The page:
Up the Down Scorecard

, Kristen Blair, Leave a comment

Recent data place American students on an upward academic trajectory. Results from Tuesday’s release of the 2007 National Assessment of Educational Progress (NAEP), also known as the “Nation’s Report Card,” reveal reading and math gains for both
elementary and middle school students. Earlier this month, North Carolina announced 2006-07 ABCs test results, likely touching off mirthful back-slapping and high-fives among state officials: 71.8 percent of state public schools made high or expected growth (.pdf), a substantial 17.5 percent increase over the year before.

This sounds like good news all around. But is it really? Are students making genuine strides academically? The answer is yes … and no. As is so often the case with statistical data, the devil is in the details.

When it comes to NAEP, national achievement gains are real, albeit small. Math scores for fourth graders have risen two points since 2005 (NAEP is administered every two years to a representative sampling of students around the country). Eighth grade math scores went up three points. Both grade levels posted higher math gains than in any previous assessment – clearly, a meaningful increase. In reading, fourth grade scores were up two points from 2005, while eighth graders boosted performance by one point.

Here’s the cautionary note, though: despite a modest uptick at the national level, we’re still far from where we need to be. A majority of American students still lacks proficiency (defined as “solid academic performance for each grade assessed”) in both of NAEP’s main content areas. In 2007, just 33 percent of fourth graders (.pdf) and 31 percent of eighth
(.pdf) scored at or above proficient levels in reading. Students fared slightly better in math, with 39 percent of fourth graders (.pdf) and 32 percent of eighth graders (.pdf) meeting or exceeding proficiency goals.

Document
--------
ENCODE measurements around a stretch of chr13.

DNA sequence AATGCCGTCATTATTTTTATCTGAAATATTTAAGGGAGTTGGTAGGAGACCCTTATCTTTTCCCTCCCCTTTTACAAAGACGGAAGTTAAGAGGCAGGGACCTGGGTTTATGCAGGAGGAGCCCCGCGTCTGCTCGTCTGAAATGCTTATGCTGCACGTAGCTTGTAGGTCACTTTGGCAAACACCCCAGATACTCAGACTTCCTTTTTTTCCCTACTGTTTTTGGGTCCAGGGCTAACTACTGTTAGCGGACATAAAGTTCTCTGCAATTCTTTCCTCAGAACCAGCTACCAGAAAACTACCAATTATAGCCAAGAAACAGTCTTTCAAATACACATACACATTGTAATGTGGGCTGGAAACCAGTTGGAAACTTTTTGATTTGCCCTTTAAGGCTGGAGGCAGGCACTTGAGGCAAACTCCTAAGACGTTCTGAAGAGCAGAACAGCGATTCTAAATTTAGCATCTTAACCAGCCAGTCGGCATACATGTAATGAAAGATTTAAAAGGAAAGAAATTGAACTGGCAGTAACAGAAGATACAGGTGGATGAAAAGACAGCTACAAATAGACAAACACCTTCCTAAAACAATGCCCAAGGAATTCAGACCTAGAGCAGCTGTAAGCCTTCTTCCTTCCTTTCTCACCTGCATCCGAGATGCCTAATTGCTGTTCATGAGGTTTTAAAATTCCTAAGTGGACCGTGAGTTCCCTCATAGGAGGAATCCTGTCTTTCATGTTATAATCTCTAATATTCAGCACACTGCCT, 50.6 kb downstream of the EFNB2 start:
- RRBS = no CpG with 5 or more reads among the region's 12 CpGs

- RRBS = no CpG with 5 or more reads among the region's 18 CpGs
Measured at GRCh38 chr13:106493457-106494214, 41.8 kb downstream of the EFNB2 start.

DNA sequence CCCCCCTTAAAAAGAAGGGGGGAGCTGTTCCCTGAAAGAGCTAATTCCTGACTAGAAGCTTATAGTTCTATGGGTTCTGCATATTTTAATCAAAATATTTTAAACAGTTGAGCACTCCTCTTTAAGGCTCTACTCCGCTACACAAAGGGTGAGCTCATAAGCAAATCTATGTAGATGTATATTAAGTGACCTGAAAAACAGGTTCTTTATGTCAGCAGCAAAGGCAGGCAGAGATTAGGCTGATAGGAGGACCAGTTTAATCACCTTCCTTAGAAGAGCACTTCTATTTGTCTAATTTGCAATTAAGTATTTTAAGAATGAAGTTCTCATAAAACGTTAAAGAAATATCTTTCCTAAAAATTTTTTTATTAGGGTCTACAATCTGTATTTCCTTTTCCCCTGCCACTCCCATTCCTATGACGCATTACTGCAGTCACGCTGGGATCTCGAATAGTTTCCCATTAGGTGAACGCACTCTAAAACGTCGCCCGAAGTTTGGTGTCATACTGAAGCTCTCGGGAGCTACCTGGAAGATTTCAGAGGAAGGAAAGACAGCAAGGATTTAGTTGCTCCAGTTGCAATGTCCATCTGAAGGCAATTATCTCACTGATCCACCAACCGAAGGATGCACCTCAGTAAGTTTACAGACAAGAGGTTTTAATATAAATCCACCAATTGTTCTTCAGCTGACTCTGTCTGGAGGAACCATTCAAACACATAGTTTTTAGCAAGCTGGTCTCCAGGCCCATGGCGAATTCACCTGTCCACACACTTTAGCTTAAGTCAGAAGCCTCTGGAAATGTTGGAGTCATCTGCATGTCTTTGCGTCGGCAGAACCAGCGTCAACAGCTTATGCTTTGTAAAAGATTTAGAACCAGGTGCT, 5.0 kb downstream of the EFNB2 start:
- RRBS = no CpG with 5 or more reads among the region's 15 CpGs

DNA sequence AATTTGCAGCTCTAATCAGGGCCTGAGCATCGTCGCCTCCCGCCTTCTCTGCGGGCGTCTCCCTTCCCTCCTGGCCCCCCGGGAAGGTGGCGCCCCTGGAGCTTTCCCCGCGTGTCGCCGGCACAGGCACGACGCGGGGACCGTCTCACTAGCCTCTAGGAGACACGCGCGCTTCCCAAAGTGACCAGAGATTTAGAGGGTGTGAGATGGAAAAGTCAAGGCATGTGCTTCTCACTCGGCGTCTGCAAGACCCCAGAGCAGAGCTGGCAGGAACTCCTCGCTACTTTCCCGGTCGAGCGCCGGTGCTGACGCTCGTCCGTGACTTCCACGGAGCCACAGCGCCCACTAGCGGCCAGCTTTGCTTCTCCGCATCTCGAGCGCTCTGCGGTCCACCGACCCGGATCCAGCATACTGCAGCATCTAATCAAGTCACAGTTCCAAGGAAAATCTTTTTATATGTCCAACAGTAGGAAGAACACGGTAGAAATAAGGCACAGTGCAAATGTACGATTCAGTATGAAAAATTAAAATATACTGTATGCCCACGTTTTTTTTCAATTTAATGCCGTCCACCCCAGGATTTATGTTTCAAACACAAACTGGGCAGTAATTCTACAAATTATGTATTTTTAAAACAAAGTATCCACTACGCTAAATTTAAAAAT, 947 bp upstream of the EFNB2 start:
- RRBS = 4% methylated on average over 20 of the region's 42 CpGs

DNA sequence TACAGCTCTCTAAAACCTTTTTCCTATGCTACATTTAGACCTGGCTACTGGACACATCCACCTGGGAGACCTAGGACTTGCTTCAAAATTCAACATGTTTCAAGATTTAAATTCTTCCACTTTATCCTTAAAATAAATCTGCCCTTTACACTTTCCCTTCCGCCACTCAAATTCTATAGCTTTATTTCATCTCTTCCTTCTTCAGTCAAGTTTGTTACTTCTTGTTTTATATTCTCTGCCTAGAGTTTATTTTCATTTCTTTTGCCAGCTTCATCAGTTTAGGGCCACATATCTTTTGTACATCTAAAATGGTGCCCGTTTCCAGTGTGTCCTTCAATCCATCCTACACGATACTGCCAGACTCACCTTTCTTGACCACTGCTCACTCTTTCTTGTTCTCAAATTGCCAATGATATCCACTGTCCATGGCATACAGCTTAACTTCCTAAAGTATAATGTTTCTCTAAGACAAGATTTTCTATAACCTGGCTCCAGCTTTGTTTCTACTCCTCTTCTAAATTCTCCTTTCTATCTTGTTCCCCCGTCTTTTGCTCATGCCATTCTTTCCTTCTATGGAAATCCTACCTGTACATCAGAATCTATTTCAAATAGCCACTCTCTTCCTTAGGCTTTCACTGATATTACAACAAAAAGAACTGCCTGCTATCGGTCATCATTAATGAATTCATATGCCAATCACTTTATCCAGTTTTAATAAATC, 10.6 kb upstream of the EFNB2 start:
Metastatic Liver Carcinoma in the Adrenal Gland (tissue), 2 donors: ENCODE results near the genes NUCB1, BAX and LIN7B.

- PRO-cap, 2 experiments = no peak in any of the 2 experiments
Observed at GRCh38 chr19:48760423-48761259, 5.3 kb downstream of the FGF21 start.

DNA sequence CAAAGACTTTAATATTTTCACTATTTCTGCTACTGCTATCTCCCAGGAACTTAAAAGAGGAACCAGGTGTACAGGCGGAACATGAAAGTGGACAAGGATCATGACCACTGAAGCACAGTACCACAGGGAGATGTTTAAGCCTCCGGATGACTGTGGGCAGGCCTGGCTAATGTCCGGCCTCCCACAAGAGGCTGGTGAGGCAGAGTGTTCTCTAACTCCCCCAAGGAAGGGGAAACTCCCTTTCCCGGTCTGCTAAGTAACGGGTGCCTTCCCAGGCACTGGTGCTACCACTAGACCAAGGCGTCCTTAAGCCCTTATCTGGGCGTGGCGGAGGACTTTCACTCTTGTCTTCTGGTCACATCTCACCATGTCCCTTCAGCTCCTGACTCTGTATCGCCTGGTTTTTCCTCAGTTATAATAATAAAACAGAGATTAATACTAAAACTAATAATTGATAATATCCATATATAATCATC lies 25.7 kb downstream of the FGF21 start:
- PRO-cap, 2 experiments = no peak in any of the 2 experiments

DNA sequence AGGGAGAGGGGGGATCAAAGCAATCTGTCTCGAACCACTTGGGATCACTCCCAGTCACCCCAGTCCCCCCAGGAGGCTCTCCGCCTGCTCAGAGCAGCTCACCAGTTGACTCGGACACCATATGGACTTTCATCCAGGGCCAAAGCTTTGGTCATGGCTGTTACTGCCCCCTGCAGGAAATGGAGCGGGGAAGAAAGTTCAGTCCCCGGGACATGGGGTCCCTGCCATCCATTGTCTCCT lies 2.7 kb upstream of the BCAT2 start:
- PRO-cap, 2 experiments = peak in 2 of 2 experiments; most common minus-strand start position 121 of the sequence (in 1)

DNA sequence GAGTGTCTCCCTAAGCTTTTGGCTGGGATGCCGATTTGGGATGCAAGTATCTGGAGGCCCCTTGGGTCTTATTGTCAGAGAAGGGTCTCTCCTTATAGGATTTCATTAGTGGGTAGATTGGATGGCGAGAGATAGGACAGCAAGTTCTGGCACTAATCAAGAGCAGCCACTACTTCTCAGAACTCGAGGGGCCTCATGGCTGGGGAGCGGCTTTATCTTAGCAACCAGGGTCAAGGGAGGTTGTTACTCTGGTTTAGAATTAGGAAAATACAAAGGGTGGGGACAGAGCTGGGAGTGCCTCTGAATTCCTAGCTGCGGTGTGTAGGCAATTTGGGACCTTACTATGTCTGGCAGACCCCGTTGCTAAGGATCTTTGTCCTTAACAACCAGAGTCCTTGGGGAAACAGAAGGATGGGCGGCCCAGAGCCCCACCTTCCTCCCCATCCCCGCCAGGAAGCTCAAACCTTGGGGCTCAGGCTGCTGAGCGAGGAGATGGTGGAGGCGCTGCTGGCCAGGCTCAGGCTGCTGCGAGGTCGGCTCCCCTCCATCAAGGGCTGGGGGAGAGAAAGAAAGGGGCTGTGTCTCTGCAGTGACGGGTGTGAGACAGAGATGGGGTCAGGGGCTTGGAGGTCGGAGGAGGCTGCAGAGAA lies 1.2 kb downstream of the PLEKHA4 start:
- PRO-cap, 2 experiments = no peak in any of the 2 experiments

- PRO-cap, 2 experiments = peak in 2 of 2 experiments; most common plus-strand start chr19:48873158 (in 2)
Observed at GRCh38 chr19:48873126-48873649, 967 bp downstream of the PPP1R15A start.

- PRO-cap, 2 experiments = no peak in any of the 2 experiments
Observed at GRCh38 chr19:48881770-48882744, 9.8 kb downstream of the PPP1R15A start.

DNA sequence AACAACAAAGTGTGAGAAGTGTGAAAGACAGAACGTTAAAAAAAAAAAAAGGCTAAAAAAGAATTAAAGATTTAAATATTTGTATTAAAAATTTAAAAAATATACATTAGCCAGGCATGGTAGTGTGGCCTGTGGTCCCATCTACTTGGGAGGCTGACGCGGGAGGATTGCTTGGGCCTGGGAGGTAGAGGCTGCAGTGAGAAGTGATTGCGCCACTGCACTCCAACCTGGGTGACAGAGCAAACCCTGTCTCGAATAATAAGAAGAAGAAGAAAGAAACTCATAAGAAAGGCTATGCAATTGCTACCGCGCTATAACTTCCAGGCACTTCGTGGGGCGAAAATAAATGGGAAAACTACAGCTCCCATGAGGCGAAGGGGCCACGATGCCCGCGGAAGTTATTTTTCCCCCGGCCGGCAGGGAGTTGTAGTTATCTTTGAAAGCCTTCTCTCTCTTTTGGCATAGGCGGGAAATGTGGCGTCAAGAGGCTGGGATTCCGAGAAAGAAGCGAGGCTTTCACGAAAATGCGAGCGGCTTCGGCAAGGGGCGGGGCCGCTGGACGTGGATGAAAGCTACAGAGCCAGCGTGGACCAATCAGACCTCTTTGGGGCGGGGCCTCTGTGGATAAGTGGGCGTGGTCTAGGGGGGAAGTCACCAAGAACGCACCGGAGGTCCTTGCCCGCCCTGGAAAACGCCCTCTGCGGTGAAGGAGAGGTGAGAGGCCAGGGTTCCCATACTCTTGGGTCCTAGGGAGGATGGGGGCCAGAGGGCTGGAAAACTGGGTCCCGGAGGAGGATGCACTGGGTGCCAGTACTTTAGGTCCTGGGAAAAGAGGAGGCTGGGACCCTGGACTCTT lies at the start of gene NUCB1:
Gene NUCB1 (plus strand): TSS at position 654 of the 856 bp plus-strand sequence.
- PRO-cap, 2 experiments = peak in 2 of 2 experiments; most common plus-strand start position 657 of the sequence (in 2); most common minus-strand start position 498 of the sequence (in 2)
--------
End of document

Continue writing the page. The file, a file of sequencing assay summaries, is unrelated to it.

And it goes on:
Significant, lasting gains in reading performance are proving particularly hard to come by. This is unwelcome news to the lawmakers who cheered sizeable spending increases on reading programs. Although it has “seen the greatest investment of federal and state education spending over the past several years,” (according to Education Week), reading literacy is one tough nut to crack. Clearly, more money alone isn’t the answer. Amanda Avallone, a member of NAEP’s governing board, summed
up the disappointing trend: “The NAEP data for 2007 – and indeed over the past 15 years –
suggest that substantial improvement in reading achievement is eluding us as a nation.”

Closer to home, North Carolina’s 2007 NAEP scores went up minimally; however, these increases were not statistically significant, meaning performance has essentially stayed flat since 2005.

What’s most disturbing about the recent raft of data is the unmistakable disconnect between NAEP state numbers and North Carolina test results. According to Terry Stoops, education analyst at the John Locke Foundation, discrepancies between the two measures can vary as much as 60 points. Currently, a whopping 88 percent of eighth graders are deemed to be proficient or better on state reading tests, while only 28 percent scored at or above proficient levels on the recent NAEP exam. Researchers have caught on to our ongoing grade inflation: a 2006 Education Next article by Paul Peterson and Frederick Hess gave
North Carolina a grade of “F” for lax state standards. And a June 2007 report (.pdf) from the National Center for Education Statistics mapping state proficiency standards onto NAEP scales placed North Carolina consistently near the bottom of the heap.

What does all of this mean? Any way you slice it, NAEP data provide a valuable benchmark for student performance, showcasing legitimate academic gains and illuminating areas needing attention. Unfortunately, the same cannot be said of our state assessments.

It’s time to replace North Carolina’s exams with an independent, nationally normed achievement test. Doing so would interject genuine accountability into our state’s testing system and put an end to our self-made academic delusions. After all, high state test scores may make us proud, but they aren’t fooling anyone else.

Kristen Blair is a fellow at the North Carolina Education Alliance.